“It was just like possessed,” Nathan Driscoll said after returning home from the hospital with his fiancee Wednesday afternoon.

“I just remember he was wiggly,” Herbert said. “He just would not stop.”

Herbert said it all happened so fast. The fox followed her up the stairs and bit her leg, which is when she started to panic. By the time she got to the door, it bit her on her rear end. She had a bandage over three of the puncture wounds on her shin and had another puncture wound on the back of her leg. She had to get an injection directly into the wound at the hospital, which she said hurt more than the fox bites did.

Ivy Driscoll said she recently purchased Whiskey in Jamaica, so he’s been in Maine for about a month. The dog just recently received a rabies shot and has to be quarantined at home for 4 months. Whiskey fought off the fox, saving Irie, a 9-year-old yellow lab, she said.

According to the Maine Center for Disease Control and Prevention, there have been a total of 21 wild animals that tested positive for rabies this year in Maine. That includes a red fox, two raccoons and a skunk in Bath; a skunk in Bowdoin; and a raccoon in Bowdoinham.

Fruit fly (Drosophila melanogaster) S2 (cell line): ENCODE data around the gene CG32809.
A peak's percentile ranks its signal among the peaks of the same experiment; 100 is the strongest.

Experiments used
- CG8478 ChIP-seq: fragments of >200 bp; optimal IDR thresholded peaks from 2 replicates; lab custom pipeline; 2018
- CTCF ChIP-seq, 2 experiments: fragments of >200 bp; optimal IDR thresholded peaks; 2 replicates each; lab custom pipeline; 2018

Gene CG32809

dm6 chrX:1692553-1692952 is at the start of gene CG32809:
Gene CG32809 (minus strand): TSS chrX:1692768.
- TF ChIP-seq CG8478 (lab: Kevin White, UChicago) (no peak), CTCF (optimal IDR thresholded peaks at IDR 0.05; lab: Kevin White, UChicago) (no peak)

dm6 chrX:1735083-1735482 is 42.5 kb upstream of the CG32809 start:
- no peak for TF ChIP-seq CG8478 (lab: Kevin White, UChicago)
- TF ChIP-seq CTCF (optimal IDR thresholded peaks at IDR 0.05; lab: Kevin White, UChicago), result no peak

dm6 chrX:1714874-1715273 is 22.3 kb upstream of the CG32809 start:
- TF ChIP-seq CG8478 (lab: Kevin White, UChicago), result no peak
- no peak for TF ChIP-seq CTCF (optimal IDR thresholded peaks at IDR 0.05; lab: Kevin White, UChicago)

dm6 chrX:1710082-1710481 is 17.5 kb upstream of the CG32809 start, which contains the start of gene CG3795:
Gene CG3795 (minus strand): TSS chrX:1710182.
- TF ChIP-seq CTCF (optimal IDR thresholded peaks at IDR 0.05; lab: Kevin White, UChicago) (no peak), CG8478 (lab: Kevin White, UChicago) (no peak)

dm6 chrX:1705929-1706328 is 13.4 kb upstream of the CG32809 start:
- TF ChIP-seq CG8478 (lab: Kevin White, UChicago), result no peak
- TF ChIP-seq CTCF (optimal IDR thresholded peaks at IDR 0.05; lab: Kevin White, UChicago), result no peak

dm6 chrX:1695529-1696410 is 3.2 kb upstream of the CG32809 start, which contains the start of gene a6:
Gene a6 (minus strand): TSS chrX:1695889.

No animals have tested positive in Brunswick this year, where seven people were attacked by rabid animals last summer.

Last year Mid Coast Hospital also treated a much larger number of people for rabies than in past years. According to Ranjic Advani, director of Emergency and president of the hospital’s medical staff, the Mid Coast Hospital Emergency Department has treated anywhere from 10 to 30 people every year over the last decade for rabies exposure.

“In 2018, we treated over 50 individuals for rabies exposure,” he said in an email to The Times Record. “This may have been because of increased exposure to potentially rabid animals, but may equally have been because of increased awareness in the region and the state.”

According to Advani, most potential exposures have been due to contact with bats, but have included possible exposure to foxes and raccoons.

Advani said the rise in rabies exposure treatment doesn’t raise his concern beyond the hospital’s normal level of vigilance and attention to state and national guidelines.

“If a person comes to our emergency room after being exposed, we follow post-exposure treatment protocol which involves a course of rabies vaccination treatments as well as immunoglobulin,” he said.

Not the first rabid animal encounter this year

The fox that terrorized two families Tuesday night is not the first suspected of rabies to strike in the Midcoast this spring.

Bath police announced in early April that a fourth wild animal had tested positive for rabies since February. No humans have been attacked there. And while there are no confirmed cases in Brunswick, the animal control officer has responded to 22 complaints of suspicious and possibly rabid animals this year as of April 18, most of them raccoons or skunks.